DUBAI: Gulf bourses saw steep declines on Sunday, with Kuwait falling the most following tensions between the US and Iran, while outside the Gulf Egypt was also hard hit as all its shares ended lower.
Iranian military commander Qassem Soleimani was killed on Friday in a US drone strike on his convoy at the Baghdad airport, seen by Tehran as an act of war that risks regional conflagration.
“Not surprising, the Gulf markets are reacting negatively given we are in the middle of all the geopolitics action,” said Vrajesh Bhandari, a senior portfolio manager at Al Mal Capital.
“We fear this can be an overhang over the next few months and not just a one day or week thing.”
Saudi Arabia’s benchmark index lost 2.4 percent, weighed down by a 2.1 percent drop in Al-Rajhi Bank and a 1.7 percent fall in Saudi Aramco to SR34.6 ($9.2), which hit its lowest intraday level since last month’s market debut.
Egypt’s blue-chip index dived 4.4 percent, touching its lowest since September 2019. The country’s largest lender Commercial International Bank closed down 1.9 percent and Eastern Company dived 4.9 percent.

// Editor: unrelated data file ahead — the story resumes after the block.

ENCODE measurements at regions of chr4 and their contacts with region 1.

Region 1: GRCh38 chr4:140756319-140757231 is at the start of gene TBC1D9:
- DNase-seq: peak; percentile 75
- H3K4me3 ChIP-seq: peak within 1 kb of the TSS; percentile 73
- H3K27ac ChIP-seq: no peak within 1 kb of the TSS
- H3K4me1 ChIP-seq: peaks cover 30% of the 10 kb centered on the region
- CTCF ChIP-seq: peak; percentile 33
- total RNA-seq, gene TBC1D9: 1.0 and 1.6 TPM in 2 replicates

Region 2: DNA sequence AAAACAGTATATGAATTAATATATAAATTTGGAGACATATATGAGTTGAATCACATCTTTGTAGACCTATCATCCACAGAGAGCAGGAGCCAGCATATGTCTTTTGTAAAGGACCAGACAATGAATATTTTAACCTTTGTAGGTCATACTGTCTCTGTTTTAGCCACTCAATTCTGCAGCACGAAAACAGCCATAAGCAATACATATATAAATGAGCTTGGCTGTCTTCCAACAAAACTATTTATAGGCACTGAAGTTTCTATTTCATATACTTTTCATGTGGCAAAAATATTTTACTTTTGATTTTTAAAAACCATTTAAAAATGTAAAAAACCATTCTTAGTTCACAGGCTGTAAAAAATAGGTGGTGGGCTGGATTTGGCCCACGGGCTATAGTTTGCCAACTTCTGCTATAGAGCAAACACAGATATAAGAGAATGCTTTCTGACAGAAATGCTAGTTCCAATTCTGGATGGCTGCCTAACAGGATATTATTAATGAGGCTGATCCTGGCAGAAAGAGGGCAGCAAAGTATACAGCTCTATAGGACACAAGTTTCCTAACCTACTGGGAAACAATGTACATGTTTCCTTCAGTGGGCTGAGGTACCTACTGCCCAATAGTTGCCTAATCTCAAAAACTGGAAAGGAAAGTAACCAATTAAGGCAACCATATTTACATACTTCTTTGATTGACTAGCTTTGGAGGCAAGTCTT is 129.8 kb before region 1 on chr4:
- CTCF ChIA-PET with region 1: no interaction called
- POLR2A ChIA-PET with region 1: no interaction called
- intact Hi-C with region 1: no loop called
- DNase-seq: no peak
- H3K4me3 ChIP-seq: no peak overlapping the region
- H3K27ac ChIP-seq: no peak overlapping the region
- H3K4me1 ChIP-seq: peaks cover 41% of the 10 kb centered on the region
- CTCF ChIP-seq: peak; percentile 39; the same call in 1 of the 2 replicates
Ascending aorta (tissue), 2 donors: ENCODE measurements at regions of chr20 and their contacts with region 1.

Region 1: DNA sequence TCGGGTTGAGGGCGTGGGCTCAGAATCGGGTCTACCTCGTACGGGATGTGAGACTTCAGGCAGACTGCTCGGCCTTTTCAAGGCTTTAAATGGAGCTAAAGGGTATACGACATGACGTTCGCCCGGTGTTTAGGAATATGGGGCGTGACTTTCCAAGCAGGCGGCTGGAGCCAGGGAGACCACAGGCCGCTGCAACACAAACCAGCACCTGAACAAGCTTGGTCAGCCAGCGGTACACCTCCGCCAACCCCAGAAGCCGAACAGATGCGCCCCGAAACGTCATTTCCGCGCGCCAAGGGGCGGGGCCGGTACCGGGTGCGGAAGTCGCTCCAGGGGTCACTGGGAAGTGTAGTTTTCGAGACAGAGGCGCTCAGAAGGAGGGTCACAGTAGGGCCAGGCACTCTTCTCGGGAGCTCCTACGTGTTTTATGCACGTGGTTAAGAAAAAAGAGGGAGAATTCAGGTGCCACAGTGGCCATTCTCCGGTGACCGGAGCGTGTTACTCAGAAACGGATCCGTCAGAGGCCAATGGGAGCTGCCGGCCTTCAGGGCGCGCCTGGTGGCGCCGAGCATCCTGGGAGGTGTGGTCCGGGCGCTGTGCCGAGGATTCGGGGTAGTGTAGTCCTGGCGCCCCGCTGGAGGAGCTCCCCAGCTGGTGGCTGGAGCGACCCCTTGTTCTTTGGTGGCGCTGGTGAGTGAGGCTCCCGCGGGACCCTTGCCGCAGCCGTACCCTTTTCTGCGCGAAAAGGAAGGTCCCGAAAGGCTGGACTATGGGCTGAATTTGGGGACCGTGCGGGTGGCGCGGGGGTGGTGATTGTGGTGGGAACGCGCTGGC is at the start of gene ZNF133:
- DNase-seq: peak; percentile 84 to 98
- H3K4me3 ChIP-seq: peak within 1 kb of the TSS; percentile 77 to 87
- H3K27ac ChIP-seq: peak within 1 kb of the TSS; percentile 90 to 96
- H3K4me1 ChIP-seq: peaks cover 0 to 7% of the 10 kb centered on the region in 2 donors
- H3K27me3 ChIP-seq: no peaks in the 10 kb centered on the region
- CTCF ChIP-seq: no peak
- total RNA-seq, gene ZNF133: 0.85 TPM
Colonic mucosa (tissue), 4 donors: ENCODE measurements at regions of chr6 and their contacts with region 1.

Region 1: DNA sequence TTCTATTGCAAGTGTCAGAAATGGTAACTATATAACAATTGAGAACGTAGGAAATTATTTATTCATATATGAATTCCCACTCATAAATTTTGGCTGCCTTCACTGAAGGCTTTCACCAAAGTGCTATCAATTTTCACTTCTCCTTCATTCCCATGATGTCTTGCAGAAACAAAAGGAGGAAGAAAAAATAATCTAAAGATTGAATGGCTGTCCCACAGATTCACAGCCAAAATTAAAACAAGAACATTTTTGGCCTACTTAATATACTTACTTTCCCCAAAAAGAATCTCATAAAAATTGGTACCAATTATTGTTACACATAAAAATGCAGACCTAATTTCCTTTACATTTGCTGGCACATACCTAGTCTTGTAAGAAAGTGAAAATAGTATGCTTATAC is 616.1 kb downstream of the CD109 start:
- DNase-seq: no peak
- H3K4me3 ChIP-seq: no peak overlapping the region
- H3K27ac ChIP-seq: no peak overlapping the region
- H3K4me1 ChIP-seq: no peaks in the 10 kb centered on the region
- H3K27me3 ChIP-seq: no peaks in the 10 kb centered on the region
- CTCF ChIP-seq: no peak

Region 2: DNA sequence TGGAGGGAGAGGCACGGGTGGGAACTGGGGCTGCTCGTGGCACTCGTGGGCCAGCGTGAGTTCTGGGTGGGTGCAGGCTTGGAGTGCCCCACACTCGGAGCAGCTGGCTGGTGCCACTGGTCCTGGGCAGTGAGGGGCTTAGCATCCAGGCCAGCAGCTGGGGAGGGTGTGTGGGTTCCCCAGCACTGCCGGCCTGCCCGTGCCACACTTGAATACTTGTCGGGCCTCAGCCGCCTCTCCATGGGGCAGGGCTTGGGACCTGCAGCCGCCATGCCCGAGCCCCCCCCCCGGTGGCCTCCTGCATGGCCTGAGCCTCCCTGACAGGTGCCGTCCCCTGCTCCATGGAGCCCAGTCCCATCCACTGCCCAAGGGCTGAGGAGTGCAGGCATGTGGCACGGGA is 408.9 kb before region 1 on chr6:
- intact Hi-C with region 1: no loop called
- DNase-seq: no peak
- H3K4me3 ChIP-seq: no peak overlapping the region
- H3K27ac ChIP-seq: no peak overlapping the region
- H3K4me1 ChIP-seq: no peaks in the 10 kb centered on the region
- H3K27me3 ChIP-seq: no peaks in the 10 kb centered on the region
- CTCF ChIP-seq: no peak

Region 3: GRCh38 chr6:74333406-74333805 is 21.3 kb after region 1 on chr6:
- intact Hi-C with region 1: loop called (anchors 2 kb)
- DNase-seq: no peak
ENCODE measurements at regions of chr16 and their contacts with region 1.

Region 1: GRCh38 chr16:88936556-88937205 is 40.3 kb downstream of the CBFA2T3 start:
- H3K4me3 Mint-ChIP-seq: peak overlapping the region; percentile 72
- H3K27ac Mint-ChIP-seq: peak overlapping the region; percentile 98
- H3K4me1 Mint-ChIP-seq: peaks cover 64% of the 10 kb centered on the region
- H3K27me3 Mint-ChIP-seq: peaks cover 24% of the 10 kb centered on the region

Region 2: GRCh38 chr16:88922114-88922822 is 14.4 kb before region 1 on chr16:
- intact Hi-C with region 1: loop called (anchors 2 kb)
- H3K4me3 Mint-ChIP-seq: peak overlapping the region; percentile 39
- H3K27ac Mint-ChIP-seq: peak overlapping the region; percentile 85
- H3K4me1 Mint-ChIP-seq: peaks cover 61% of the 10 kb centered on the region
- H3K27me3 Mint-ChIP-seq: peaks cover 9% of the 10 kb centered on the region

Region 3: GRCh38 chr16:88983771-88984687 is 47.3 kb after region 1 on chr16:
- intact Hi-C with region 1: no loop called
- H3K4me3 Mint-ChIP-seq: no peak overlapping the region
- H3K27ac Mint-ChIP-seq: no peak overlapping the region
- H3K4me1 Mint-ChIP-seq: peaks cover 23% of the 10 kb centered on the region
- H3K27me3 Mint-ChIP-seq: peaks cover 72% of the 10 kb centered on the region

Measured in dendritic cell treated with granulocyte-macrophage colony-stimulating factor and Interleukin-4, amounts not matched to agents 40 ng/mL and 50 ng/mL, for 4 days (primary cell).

In Kuwait, the index plunged 4.1 percent with all stocks in the red including Kuwait Finance House, down 5.1 percent, and National Bank of Kuwait, off 2.8 percent.
The Dubai index tumbled 3.1 percent, hurt by a 3.1 percent slide in its largest lender Emirates NBD and a 3.7 percent decline in Emaar Properties.
Abu Dhabi’s index lost 1.4 percent, with the UAE’s largest lender First Abu Dhabi Bank retreating 1.2 percent, while Abu Dhabi Commercial Bank was down 3.3 percent.
The decline in Gulf shares comes despite a surge in oil prices, on which all six GCC nations rely heavily for public revenues.
“It’s certainly due to fears of a possible US-Iranian conflict breaking out in the Gulf,” said Mohammed Zidan, market strategist at Thinkmarket in Dubai.
“I think the decline will continue for some time and especially as long as tensions and the threat of an armed conflict continue,” Zidan told AFP.
The Qatar index eased 2.1 percent with all its 20 stocks closing lower. Lender Masraf Al Rayan fell 2.7 percent and Qatar National Bank declined 1.4 percent.
The normally dormant bourse of Bahrain, home to the US 5th fleet, fell 2.3 percent.
The small bourse of Oman dropped by just 0.3 percent.